Epic Games Shutting Down Fortnite in China


Epic Games shut down the China-based servers for the popular multiplayer online game Fortnite on Monday (Nov. 15), ending a quest that dates back about three years to bring the game to the world’s largest gaming market, according to a Bloomberg report.

Last-player-standing combat game Fortnite never fully launched in China, despite 10 million Chinese gamers pre-registering for access to the game and Tencent Holdings Ltd.’s push to launch the game across the country after bringing in $1 billion around the world on the game.

The licensing process for new video games is “increasingly stringent and often unpredictable” in China, according to the Bloomberg report, which notes that the Chinese government hasn’t authorized a new game to be released in more than 100 days. The Chinese government limits children’s game-playing time to three hours a week, and President Xi Jinping is continuing his fight against large tech companies in China.

The Chinese gaming market is projected to be worth $46 billion this year, compared to $3 billion in North America, according to research from Newzoo cited by Bloomberg. Less than 100 of the 1,400 games that earned licenses in China in 2020 were imported from other companies, according to data tracker Statista, down from 9,000 licenses issued in 2017.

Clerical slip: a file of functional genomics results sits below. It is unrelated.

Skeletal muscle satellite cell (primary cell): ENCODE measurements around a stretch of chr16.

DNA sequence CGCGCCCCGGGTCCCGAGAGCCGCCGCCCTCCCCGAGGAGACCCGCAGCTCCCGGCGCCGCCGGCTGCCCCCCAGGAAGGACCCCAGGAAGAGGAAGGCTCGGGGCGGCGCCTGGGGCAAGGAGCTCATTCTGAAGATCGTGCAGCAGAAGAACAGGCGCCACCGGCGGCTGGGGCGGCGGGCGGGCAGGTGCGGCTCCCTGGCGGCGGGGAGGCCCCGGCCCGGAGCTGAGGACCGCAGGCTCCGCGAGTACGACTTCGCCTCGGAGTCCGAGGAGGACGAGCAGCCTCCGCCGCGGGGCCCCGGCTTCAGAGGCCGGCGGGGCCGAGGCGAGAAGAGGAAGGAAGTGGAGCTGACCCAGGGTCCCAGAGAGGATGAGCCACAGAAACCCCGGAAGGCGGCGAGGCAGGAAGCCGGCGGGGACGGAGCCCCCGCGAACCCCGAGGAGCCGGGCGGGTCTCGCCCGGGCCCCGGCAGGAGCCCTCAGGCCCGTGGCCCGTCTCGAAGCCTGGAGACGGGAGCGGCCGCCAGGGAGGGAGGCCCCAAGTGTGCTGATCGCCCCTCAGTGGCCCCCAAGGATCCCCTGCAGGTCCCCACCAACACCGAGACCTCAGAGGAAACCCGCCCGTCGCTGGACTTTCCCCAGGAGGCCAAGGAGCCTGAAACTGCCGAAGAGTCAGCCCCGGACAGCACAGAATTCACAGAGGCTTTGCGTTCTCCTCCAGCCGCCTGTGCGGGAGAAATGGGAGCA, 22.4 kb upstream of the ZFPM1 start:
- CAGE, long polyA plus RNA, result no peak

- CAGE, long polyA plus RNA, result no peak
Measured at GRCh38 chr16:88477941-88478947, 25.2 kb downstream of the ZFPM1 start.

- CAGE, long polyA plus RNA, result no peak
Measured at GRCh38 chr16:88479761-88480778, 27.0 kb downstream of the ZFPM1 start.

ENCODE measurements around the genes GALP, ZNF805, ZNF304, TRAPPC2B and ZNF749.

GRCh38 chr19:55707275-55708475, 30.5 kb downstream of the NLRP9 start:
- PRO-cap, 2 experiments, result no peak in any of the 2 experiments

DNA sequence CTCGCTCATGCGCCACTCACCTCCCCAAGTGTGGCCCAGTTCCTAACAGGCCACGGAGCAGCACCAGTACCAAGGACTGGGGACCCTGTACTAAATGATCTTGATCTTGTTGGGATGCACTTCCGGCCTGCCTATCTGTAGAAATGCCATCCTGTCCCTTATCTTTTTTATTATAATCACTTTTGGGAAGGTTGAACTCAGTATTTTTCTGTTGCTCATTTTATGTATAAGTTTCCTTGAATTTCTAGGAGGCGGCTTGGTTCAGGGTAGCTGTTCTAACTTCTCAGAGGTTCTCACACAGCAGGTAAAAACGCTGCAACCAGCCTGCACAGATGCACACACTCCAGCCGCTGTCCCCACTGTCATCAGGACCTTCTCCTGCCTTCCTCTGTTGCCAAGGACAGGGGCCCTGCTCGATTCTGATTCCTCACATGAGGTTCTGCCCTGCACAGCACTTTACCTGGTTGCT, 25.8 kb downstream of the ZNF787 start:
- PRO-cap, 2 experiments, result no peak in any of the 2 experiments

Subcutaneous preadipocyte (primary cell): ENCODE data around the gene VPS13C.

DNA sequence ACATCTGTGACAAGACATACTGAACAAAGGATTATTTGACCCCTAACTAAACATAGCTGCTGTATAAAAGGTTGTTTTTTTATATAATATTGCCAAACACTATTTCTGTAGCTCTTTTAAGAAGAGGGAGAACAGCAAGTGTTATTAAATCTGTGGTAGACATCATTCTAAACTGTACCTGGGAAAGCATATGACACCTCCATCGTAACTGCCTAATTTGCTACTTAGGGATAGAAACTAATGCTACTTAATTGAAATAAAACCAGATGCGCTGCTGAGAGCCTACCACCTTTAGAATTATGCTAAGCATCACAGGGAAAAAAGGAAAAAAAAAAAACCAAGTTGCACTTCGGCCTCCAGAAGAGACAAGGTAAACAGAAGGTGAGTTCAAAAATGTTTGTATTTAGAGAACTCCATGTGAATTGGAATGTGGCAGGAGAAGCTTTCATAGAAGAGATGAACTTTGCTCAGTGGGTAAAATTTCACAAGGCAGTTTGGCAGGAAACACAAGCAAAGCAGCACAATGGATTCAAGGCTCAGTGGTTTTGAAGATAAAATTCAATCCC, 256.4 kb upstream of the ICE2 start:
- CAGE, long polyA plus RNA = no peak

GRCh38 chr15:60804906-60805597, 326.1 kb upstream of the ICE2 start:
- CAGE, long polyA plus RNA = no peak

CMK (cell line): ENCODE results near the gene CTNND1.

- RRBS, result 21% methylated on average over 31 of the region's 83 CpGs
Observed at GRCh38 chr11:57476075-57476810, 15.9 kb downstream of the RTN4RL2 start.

Related news: Epic Games to Shut Down Chinese Version of Fortnite

In August, China began restricting people under 18 years of age to an hour of online gaming on Fridays, weekends and holidays. Fortress Night, the Chinese version of Fortnite, reportedly had several changes from the original version, a fairly common practice for games imported into China. The government added measures to ensure that players couldn’t spend too much time playing the game, including banning “micro-transactions” that let players buy in-game items with real money.

Epic Games has also been involved in an ongoing lawsuit against Apple focused on Epic Games’ use of an in-game payment mechanism that Apple said violated App Store rules.